The Lone Ranger (2013)

The Lone Ranger
Director: Gore Verbinski
Writer: Justin Haythe, Ted Elliott, Terry Rossio
Based on: the radio show
Cast: Johnny Depp, Armie Hammer, William Fichtner, Tom Wilkinson, Ruth Wilson, Helena Bonham Carter, James Badge Dale, James Frain

John Reid (Armie Hammer) is a lawyer by vocation. He believes in everything the law stands for. In his capacity as prosecutor, he’s accompanying the infamous murderer, cannibal and generally awful human being Butch Cavendish (William Fichtner) who was finally apprehended and is supposed to be hung in John’s hometown. Also on the transport is Tonto (Johnny Depp), a Comanche accused of nobody knows exactly what. When Cavendish manages to escape, it leads to the unlikely and very reluctant team-up of Tonto and John, who becomes The Lone Ranger.

Before going into the film, I only heard awful things about it. Starting with the casting of Johnny Depp as a Native American to the general dumbness of it. So my expectations weren’t high, but I was willing to give the film a try because I like Verbinski’s other stuff. But it turns out that all the terrible things were true.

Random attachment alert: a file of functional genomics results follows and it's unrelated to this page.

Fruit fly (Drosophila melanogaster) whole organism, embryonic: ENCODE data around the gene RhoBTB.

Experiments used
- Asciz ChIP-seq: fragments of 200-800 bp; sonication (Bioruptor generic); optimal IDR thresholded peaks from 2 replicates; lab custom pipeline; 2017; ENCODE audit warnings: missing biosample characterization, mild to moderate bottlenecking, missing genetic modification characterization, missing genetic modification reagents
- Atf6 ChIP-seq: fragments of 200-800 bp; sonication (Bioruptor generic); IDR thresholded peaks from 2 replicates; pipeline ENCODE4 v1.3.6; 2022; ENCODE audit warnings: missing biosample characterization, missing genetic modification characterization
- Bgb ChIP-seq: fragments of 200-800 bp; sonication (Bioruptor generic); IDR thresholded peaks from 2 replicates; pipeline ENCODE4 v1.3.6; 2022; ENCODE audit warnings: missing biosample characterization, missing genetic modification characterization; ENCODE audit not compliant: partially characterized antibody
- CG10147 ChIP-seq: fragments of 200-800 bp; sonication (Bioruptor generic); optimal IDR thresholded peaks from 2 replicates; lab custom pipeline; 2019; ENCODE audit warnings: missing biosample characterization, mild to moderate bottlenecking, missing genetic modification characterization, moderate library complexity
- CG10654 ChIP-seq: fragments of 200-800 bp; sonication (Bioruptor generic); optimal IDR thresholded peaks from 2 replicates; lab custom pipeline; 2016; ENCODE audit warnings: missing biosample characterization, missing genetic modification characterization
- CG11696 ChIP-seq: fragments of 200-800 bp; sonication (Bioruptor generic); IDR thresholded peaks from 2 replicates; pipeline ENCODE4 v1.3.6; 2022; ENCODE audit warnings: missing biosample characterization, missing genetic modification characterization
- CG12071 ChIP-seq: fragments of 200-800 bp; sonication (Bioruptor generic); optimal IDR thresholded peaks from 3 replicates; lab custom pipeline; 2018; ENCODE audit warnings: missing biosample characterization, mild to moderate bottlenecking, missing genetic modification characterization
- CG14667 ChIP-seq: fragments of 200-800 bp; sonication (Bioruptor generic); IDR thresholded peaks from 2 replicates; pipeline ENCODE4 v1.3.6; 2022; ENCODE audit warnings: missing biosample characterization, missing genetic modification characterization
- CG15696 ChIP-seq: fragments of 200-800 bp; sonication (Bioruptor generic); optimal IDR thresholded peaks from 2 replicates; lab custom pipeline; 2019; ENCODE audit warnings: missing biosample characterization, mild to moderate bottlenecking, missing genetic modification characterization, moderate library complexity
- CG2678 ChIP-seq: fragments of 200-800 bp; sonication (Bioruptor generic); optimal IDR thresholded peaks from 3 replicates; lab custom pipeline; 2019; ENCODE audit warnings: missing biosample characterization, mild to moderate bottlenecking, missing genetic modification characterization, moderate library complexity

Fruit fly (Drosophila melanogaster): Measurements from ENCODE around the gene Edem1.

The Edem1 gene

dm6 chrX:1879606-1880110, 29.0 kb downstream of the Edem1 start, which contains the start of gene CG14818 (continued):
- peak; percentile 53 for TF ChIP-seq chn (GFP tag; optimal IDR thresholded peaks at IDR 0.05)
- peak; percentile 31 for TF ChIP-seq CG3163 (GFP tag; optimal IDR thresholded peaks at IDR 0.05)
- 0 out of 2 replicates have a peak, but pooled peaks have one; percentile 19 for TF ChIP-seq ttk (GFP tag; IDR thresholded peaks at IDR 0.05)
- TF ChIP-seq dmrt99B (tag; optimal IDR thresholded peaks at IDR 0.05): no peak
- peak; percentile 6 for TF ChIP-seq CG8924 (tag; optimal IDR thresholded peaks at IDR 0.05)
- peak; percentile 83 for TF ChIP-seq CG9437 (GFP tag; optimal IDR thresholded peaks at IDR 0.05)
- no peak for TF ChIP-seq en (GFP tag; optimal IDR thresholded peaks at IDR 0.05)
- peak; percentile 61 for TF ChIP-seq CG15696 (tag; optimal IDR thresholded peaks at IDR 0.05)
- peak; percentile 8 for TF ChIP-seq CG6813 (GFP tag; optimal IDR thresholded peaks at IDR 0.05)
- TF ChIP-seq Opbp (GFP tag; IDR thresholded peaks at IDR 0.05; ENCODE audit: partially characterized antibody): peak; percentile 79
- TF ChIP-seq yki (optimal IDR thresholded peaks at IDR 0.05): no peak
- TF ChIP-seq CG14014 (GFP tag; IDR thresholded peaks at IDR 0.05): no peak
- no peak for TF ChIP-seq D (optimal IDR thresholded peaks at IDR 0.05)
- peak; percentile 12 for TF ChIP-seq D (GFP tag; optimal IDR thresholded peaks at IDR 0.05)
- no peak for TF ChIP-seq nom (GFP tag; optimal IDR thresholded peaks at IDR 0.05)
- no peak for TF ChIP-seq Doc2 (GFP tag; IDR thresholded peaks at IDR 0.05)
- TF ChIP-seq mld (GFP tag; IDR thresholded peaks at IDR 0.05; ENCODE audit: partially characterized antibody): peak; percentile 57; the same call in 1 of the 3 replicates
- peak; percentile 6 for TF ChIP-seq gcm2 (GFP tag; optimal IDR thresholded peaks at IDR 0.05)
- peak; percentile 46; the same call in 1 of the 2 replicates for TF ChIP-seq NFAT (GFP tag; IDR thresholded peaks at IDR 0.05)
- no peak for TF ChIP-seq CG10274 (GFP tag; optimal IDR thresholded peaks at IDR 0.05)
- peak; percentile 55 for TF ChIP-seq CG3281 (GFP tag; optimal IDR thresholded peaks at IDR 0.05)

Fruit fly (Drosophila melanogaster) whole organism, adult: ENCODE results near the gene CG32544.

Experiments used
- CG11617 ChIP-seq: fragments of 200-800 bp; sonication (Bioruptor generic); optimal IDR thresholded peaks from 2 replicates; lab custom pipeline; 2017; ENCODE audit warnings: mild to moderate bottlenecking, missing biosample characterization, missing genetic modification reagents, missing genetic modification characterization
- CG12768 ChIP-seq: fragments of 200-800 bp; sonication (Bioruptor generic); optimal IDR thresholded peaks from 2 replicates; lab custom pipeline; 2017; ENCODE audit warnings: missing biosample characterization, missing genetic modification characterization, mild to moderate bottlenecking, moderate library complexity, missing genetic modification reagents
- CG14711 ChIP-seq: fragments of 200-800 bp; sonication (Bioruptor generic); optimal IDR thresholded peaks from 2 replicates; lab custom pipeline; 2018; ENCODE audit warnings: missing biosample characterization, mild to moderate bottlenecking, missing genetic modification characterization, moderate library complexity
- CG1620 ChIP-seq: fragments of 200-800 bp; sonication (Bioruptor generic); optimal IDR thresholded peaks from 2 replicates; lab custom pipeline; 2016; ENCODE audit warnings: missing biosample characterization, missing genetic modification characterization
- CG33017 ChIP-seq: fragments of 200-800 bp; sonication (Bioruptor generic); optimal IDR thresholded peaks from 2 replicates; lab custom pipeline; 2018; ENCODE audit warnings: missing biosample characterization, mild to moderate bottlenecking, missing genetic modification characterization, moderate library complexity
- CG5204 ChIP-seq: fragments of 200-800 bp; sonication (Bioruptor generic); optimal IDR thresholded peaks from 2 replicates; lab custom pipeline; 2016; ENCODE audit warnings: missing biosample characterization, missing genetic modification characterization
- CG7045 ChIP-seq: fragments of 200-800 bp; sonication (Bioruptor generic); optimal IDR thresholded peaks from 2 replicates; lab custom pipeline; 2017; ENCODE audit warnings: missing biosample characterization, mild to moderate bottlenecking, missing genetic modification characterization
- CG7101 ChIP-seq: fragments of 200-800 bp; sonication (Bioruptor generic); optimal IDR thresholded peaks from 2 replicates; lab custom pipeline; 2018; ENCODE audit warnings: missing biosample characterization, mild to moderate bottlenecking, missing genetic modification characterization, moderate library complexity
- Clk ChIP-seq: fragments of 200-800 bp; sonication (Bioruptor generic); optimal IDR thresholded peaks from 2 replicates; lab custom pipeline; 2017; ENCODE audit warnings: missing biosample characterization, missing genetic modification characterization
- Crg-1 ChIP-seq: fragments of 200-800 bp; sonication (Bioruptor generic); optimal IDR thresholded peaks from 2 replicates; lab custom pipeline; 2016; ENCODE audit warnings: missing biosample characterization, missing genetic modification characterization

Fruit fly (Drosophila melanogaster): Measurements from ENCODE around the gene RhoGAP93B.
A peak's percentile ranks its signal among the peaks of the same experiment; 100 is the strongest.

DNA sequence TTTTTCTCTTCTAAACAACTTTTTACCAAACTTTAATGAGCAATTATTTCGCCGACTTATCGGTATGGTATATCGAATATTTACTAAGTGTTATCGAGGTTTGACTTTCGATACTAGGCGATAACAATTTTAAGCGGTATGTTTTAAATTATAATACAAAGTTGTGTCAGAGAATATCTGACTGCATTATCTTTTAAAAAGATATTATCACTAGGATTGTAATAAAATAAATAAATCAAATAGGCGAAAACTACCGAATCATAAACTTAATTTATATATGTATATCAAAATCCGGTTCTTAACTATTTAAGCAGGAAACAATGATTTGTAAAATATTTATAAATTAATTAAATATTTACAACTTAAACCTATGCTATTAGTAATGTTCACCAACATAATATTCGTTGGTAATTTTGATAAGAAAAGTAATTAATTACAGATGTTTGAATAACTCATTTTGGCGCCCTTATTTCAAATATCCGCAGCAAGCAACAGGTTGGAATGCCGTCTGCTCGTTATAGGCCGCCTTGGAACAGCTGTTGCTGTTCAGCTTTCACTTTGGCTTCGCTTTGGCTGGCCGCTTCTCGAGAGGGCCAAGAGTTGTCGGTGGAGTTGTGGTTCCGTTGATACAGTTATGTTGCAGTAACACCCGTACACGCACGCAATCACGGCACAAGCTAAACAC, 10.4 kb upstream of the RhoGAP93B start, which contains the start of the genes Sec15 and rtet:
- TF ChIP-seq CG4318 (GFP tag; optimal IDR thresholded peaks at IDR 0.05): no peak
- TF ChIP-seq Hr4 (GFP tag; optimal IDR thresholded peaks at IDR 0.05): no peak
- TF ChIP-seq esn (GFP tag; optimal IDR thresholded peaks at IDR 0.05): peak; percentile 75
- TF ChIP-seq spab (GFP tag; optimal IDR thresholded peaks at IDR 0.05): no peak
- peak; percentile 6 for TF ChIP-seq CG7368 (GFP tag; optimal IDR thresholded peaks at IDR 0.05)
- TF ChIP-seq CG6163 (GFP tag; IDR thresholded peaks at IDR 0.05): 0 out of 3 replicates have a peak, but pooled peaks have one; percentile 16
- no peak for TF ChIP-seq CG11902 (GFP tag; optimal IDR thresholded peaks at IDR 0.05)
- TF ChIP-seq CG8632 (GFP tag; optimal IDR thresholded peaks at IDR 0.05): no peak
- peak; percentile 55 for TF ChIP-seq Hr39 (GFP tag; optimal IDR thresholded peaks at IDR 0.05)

The movie already starts with a framing device they better should have done without: a young boy at a carneval goes into a Wild Wild West tent, where – next to a stuffed buffalo – there’s also a seemingly stuffed Native American. He turns out to be incredibly old Tonto who tells the boy the story. And then it’s kinda implied that he can leave the exhibit and that he’s there of his own free will and I was just like, WHY THE FUCK? I mean, if the movie had taken a second to reflect on this situation and to show that maybe things had gotten so bad for him, despite his heroics, that this was the only way to make some money, I would have accepted it. But instead he seems to be doing it just so he can tell young white boys about the white hero he used to know. Ugh.

But then again that would have only happened if anybody had actually thought about the film they were making. And then somebody would have probably not only noticed the racism, but also the sexism (btw, you have Ruth Wilson and all you let her do is be a damsel in distress? I cry) and the general dumbness of everything.


I might have been more forgiving of all of that if the film had actually entertained. But it didn’t. It was so boring, I fell asleep for a little bit. Not even Johnny Depp, who usually makes me laugh at least a little bit, was actually funny. At all.

At least there was William Fichtner, who is always a joy to watch. James Badge Dale was pretty great, too. Too bad he didn’t get to do much. (Ruth Wilson, sigh.) Armie Hammer wasn’t a bad choice for the role, either. But they all lose against the script. And they lose hard.


Summarizing: I’d rather watch Rango again.

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